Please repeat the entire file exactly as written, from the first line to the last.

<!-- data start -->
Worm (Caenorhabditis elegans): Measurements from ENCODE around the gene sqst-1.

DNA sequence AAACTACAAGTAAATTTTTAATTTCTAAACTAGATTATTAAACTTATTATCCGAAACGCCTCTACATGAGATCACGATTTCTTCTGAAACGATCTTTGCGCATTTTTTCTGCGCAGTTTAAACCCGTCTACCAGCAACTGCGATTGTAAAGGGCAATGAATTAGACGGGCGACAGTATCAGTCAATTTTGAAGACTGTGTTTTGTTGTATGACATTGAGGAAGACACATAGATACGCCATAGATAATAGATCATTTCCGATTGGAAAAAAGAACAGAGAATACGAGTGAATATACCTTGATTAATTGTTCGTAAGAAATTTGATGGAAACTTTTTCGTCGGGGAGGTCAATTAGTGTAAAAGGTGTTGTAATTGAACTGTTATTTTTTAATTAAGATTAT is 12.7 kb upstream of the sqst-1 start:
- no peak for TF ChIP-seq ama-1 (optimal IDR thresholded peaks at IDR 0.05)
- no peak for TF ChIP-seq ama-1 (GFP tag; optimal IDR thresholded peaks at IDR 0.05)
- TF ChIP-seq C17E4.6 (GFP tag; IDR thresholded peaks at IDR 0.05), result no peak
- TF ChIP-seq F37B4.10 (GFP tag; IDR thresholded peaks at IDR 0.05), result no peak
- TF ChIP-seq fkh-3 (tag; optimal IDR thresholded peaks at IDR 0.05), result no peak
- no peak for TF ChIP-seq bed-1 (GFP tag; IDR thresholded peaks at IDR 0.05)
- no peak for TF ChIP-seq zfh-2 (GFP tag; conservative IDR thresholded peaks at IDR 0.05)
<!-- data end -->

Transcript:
Worm (Caenorhabditis elegans): Measurements from ENCODE around the gene sqst-1.

DNA sequence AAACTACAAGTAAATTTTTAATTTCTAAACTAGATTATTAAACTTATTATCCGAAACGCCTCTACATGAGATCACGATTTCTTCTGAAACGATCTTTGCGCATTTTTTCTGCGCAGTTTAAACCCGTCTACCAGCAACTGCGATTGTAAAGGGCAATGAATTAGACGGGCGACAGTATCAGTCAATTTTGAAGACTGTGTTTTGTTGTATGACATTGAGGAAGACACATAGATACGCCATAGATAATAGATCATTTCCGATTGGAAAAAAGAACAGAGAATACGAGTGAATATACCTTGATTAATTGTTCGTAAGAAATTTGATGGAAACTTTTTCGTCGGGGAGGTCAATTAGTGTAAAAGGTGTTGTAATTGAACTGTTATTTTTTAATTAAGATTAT is 12.7 kb upstream of the sqst-1 start:
- no peak for TF ChIP-seq ama-1 (optimal IDR thresholded peaks at IDR 0.05)
- no peak for TF ChIP-seq ama-1 (GFP tag; optimal IDR thresholded peaks at IDR 0.05)
- TF ChIP-seq C17E4.6 (GFP tag; IDR thresholded peaks at IDR 0.05), result no peak
- TF ChIP-seq F37B4.10 (GFP tag; IDR thresholded peaks at IDR 0.05), result no peak
- TF ChIP-seq fkh-3 (tag; optimal IDR thresholded peaks at IDR 0.05), result no peak
- no peak for TF ChIP-seq bed-1 (GFP tag; IDR thresholded peaks at IDR 0.05)
- no peak for TF ChIP-seq zfh-2 (GFP tag; conservative IDR thresholded peaks at IDR 0.05)